What is the Rooney Rule? English FA Plans to End White Domination of Top Coaching Jobs

The English FA will interview at least one black or ethnic minority candidate when finding Gareth Southgate's replacement as men's national team manager after adopting the Rooney Rule.

The Rooney Rule, which was introduced by the National Football League (NFL) in the United States in 2003, obliged clubs to interview at least one candidate for every senior head coach role.

The FA's chief executive Martin Glenn says the move is to show that the "FA is for all." In an interview with the BBC, he said: "What it will say is the opportunity to have a career beyond playing is something that the FA is serious about promoting.

"The FA wants to become a more inclusive organisation where the workforce more represents the people who play football today."

The English men's national team has never had a non-white manager in its history, while the women's team was coached by Hope Powell, who is black, between 2007 and 2011. She took England to the quarterfinals of the 2011 World Cup.

The only current black manager in the Premier League is Chris Hughton at Brighton and Hove Albion, after he led them to promotion to the Premier League last season.

Martin Glenn
Martin Glenn in Chantilly, France, June 28. Glenn, the FA chief executive, has brought in the Rooney Rule in the organization. Dan Mullan/Getty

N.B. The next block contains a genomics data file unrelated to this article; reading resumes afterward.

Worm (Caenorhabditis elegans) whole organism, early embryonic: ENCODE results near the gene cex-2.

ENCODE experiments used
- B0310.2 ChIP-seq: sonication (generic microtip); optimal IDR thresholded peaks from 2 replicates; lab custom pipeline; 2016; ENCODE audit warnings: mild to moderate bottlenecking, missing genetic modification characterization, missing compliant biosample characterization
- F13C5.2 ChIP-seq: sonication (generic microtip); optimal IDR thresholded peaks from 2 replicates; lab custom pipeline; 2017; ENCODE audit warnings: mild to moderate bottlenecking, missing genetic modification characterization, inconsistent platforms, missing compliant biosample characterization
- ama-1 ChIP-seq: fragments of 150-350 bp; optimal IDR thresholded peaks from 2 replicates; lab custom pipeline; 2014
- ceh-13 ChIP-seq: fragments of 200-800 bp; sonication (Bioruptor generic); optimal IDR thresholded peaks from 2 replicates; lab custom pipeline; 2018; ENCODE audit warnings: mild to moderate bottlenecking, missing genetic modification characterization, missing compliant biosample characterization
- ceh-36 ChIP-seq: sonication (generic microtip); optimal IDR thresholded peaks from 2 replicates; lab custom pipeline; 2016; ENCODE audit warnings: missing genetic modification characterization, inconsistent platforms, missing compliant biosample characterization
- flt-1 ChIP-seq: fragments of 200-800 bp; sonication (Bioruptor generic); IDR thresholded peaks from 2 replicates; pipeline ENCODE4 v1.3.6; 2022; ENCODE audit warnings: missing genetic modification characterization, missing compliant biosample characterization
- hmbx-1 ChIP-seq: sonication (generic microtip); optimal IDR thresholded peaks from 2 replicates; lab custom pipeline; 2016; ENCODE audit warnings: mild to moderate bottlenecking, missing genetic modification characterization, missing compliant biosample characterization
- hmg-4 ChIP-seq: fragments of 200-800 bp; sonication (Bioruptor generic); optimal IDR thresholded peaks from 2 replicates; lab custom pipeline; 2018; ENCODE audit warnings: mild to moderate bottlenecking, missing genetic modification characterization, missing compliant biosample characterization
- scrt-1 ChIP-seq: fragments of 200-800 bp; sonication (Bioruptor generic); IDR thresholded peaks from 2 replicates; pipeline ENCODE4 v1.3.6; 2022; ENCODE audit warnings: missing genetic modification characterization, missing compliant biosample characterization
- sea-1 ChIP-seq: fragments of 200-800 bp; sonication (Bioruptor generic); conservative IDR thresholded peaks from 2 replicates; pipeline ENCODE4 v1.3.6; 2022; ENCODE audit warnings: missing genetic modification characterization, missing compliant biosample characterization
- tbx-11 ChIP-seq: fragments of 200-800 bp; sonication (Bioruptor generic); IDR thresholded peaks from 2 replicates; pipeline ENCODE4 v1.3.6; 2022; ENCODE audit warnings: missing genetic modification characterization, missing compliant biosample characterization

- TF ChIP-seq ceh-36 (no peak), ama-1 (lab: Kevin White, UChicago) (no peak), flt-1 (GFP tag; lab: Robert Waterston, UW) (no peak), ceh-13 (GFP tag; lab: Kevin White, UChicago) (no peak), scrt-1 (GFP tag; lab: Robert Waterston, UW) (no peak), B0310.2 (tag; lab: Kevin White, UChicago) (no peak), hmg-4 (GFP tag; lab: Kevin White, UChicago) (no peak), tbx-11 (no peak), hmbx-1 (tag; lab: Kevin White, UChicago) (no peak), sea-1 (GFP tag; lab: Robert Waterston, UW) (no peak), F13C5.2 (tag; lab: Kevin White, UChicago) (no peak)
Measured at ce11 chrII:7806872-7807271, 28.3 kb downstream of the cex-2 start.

A study published in November and conducted by Loughborough University and the Football Against Racism in Europe (FARE) group found that only 4.6 percent of coaches from black and ethnic minorities (BAME) occupied senior coaching roles at England's 92 professional soccer clubs.

It described the numbers as "disappointingly low" and added that "institutionally embedded barriers which have restricted opportunities for BAME coaches in the past" remained firmly in place.

The results were an update of a survey in 2014 which found that 96.6 percent of senior coaches at clubs in England, Germany, Spain, Belgium, France and the Netherlands were white men.

FARE executive director Piara Powar said that, given that around 30 percent of players in England and 40 percent in France and the Netherlands were from a BAME background, "the numbers don't add up."

"(BAME) coaches are investing time and money, they are expressing their willingness to take on responsible roles at the top level," he told Reuters on the sidelines of a sports conference.

"But it seems that at club level, owners are not prepared to give them the opportunity." Powar said it was not only an issue of discrimination but also performance.

"No football team can afford to miss out on coaching talent," he said. "If you look at the professional structures in Western Europe... marginal gains are being talked about, the importance of one, two or three points at the end of the season, so why would owners and associations not look at recruiting the best talent regardless of the ethnic background?"